top of page
  • Jenni Tellyn and Melanie Farquharson

Help! We don’t have a big budget for Knowledge Management, how can we still do it effectively?

Hands counting coins

The year’s budgets have been set at the nation’s law firms and hard choices are having to be made about how to allocate resources in the coming year.  At 3Kites, we act for the full gamut of law firms; from the Magic Circle and US Big Law firms to high street and regional firms. Everyone is grappling with the same fundamental challenges: how do we get busy lawyers to change the way they work to enable us to leverage our collective expertise more effectively and deliver great client service profitably? Whether they look at their processes, their technology stack or their people/culture or (usually) a bit of all three, the struggle is real for all firms.

And that challenge can feel even bigger for those running firms where there has historically not been a keen focus from management and those who hold the firm’s purse strings on the rather unsexy topic of Knowledge Management (“KM”).  Even without an officially dedicated director of KM, knowledge manager or professional support lawyer, firms are, of course, still doing KM day to day, however informally.  It can be hard to join the dots of the day-to-day activities and really see results across the board without someone who is accountable for driving those efforts and who sees the big strategic picture. These activities are likely to be dispersed around the firm and can feel invisible to management unless they are happening in their practice area.

So, what can be done if the firm doesn't have the budget or feels too small to employ a full-time KM professional? Here are some ideas to start the conversation at your firm and make progress without incurring long term labour costs.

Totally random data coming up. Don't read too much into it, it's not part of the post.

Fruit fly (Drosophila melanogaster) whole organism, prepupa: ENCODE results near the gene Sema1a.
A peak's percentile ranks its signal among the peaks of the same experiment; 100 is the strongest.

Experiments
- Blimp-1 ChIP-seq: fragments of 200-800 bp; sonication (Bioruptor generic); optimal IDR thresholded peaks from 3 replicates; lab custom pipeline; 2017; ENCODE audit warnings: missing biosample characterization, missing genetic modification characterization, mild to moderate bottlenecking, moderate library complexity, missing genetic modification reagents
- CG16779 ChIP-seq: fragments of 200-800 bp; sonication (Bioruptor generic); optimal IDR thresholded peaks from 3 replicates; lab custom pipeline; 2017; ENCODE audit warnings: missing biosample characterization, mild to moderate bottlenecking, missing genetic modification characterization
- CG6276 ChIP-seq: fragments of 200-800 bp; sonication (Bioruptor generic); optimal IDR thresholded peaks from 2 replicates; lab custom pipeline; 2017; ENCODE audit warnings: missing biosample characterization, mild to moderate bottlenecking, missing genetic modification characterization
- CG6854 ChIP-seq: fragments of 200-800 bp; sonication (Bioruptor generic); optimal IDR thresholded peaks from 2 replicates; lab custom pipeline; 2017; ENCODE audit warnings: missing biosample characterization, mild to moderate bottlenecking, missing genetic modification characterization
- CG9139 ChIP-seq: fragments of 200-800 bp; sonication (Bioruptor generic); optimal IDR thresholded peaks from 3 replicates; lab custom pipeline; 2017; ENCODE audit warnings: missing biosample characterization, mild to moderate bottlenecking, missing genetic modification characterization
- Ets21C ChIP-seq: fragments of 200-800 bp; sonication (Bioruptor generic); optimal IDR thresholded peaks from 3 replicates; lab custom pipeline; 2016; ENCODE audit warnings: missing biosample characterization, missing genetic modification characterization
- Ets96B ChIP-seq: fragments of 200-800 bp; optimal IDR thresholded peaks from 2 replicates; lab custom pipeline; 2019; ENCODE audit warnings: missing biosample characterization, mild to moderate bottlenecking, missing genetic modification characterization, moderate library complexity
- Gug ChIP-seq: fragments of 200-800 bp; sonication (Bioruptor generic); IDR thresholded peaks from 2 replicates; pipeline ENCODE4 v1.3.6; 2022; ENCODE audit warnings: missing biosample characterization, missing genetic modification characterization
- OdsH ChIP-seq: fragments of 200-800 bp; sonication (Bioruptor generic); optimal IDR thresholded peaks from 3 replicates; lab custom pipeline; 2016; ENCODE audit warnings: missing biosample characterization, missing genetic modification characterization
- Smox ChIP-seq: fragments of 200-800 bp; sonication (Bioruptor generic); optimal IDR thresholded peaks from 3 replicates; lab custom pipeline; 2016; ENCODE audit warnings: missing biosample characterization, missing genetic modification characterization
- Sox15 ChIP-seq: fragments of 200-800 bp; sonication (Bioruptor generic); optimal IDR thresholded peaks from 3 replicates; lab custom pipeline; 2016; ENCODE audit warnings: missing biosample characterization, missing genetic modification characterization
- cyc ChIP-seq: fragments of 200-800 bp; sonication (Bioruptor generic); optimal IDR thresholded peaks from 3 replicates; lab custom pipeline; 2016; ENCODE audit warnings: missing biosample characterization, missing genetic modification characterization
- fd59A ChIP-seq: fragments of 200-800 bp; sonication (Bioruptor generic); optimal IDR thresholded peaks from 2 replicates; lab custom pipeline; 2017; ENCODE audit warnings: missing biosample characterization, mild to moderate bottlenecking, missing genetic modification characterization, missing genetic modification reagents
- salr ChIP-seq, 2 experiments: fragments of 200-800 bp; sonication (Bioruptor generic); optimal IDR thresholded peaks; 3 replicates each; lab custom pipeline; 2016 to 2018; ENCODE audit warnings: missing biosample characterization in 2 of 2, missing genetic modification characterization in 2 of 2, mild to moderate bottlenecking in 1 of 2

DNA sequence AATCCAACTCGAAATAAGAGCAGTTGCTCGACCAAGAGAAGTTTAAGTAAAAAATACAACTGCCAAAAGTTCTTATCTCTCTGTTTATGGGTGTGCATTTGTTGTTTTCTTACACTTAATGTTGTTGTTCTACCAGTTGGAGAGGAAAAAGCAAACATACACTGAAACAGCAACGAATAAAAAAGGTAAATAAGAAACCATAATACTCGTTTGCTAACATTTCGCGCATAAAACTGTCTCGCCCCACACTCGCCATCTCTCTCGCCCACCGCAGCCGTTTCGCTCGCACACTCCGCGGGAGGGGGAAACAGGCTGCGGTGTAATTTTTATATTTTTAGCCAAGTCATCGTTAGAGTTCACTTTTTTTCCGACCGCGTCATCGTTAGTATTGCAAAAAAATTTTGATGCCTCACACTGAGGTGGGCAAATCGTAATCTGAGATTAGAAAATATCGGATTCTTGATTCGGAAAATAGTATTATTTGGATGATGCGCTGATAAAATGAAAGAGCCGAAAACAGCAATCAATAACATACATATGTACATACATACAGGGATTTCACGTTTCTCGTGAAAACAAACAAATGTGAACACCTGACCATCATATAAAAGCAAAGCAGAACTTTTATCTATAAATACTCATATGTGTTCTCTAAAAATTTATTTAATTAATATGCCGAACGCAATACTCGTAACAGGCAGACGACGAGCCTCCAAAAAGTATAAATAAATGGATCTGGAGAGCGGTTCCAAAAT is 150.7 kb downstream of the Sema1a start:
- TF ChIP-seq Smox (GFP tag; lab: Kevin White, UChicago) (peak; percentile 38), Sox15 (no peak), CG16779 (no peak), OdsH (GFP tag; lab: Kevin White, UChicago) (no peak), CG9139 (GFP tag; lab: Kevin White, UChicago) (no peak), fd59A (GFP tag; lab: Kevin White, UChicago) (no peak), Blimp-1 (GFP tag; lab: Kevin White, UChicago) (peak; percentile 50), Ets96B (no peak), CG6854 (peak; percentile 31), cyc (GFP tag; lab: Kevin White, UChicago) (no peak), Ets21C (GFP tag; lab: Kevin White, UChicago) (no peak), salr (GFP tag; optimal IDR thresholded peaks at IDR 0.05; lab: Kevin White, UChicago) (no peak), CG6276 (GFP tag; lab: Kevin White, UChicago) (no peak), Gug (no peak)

What even is KM?

KM is a broad church and extends way beyond the traditional activities partners may have in their heads as to what it means.  It clearly does cover drafting (or providing access through a third-party vendor to) template forms so lawyers have a thought-through and consistent starting point for new work.  It covers delivering training on legal topics and keeping lawyers up to date with changes in law and practice in their specialist area and it does cover providing robust legal research tools.  But it also now extends some of those things to the firm’s clients, reworking legal service delivery processes to ensure profit margins are bigger, and ensuring the technology is available to help capture and share knowledge at the firm really works for the lawyers using it.  Conducting an education exercise to allow the firm’s owners and management to appreciate what KM could help it achieve is a great first step.

Where should you begin?

The key to understanding what KM activities your firm should undertake is to understand what challenges your firm is facing and what the lawyers and their clients want/need. Undertaking a survey and/or an audit of the current knowledge generation, capturing and sharing activities, where any gaps are felt most keenly and where the day-to-day pain points are for staff trying to deliver your client service is a great starting point. For example, uncovering which teams are struggling with realisation or profitability, or where juniors feel they need more legal training, or where untapped thought leadership opportunities lie, can give a focus for starting to channel KM activities. Tapping in to any formal or informal “client listening” processes can also be rewarding to hear from the horse’s mouth what the clients feel might enhance the firm’s service to them.